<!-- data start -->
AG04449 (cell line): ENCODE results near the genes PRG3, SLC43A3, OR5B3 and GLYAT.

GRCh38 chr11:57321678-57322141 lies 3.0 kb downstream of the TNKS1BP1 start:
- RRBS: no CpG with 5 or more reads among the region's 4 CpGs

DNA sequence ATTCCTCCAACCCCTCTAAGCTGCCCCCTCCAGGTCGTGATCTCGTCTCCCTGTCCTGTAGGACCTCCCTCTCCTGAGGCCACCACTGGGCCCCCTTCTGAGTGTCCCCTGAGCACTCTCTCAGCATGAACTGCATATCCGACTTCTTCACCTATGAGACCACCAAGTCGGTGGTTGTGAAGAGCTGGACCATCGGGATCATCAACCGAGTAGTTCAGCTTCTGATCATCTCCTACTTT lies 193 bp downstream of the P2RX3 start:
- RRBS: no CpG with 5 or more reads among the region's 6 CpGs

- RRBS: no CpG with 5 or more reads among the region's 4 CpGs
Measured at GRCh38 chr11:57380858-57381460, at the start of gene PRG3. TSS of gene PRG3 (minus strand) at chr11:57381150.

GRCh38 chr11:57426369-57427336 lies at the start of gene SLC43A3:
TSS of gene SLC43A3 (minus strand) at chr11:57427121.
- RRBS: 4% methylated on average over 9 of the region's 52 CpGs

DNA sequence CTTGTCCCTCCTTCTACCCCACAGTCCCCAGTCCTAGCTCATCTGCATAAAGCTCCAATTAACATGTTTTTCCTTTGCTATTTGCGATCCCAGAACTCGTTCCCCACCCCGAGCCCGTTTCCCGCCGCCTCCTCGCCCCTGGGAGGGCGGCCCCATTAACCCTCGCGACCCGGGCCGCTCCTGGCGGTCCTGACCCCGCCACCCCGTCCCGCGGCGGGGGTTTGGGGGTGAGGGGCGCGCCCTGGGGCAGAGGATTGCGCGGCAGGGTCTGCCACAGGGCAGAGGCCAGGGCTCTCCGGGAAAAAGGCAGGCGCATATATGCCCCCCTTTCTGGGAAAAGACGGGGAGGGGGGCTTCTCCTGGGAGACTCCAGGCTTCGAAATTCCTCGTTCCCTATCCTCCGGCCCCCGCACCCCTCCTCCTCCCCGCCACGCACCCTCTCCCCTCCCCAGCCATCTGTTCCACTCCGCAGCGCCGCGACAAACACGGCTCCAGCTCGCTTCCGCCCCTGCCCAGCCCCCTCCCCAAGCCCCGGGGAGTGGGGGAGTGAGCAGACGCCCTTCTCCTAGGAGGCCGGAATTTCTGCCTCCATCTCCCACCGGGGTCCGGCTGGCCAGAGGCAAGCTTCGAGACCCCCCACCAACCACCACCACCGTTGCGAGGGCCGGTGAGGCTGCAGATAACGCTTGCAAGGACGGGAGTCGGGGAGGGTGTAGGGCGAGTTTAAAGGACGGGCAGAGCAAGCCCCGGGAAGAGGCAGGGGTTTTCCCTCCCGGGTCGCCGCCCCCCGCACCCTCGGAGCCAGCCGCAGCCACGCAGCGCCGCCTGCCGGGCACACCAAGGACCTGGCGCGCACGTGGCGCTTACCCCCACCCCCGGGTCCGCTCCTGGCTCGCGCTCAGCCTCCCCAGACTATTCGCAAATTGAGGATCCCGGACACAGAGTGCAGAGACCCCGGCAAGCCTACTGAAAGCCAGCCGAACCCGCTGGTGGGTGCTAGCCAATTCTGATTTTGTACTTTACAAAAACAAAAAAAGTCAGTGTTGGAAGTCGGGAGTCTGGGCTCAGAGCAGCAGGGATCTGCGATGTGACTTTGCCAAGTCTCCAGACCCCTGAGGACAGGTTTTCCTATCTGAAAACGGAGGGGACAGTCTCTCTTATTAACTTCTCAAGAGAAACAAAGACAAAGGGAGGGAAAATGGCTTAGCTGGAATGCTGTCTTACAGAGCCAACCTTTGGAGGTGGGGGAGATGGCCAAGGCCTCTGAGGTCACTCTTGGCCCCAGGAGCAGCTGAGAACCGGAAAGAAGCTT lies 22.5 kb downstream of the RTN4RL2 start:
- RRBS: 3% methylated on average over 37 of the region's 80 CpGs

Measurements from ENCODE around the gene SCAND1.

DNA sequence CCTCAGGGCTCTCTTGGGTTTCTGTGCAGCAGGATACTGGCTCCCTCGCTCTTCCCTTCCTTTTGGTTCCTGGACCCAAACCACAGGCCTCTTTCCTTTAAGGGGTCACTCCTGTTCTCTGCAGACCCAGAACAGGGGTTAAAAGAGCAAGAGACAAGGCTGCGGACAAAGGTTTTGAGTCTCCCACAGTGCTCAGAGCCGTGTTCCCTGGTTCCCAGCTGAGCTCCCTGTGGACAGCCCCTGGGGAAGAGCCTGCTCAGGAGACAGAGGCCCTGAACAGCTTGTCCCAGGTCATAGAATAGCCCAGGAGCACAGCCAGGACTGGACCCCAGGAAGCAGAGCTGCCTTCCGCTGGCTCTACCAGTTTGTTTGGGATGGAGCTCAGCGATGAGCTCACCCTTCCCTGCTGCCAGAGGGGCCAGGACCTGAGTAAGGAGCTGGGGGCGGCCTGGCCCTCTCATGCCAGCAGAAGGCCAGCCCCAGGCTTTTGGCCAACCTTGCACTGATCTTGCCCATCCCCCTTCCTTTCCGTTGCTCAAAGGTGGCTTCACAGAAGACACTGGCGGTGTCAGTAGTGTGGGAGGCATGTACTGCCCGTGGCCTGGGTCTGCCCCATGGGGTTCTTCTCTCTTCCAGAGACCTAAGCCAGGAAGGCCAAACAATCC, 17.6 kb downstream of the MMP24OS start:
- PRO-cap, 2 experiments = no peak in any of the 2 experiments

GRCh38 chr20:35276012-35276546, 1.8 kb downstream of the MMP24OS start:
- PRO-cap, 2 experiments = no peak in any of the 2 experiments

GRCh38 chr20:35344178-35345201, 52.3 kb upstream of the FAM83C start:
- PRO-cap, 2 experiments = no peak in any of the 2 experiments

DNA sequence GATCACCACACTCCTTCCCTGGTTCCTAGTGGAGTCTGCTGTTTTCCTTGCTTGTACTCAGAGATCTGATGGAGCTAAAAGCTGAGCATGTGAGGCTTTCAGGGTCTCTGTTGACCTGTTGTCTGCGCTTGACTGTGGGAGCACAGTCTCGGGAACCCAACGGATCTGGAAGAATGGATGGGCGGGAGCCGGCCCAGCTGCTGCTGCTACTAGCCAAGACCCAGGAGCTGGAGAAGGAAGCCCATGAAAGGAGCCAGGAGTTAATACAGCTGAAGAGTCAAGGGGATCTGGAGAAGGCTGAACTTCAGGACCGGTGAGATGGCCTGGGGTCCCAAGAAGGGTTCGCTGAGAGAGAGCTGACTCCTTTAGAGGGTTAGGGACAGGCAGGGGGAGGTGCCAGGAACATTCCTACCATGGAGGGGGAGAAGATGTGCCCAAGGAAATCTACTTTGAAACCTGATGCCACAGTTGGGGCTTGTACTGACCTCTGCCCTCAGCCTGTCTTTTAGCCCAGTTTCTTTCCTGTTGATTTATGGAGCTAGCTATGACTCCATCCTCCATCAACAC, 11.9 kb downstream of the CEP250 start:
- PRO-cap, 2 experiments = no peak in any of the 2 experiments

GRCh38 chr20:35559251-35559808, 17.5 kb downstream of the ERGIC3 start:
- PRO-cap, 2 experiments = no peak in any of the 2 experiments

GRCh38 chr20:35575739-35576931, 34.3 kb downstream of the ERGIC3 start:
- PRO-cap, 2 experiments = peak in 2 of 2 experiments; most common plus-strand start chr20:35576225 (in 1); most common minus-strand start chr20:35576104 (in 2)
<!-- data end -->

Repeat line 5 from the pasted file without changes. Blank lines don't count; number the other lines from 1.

- RRBS: no CpG with 5 or more reads among the region's 6 CpGs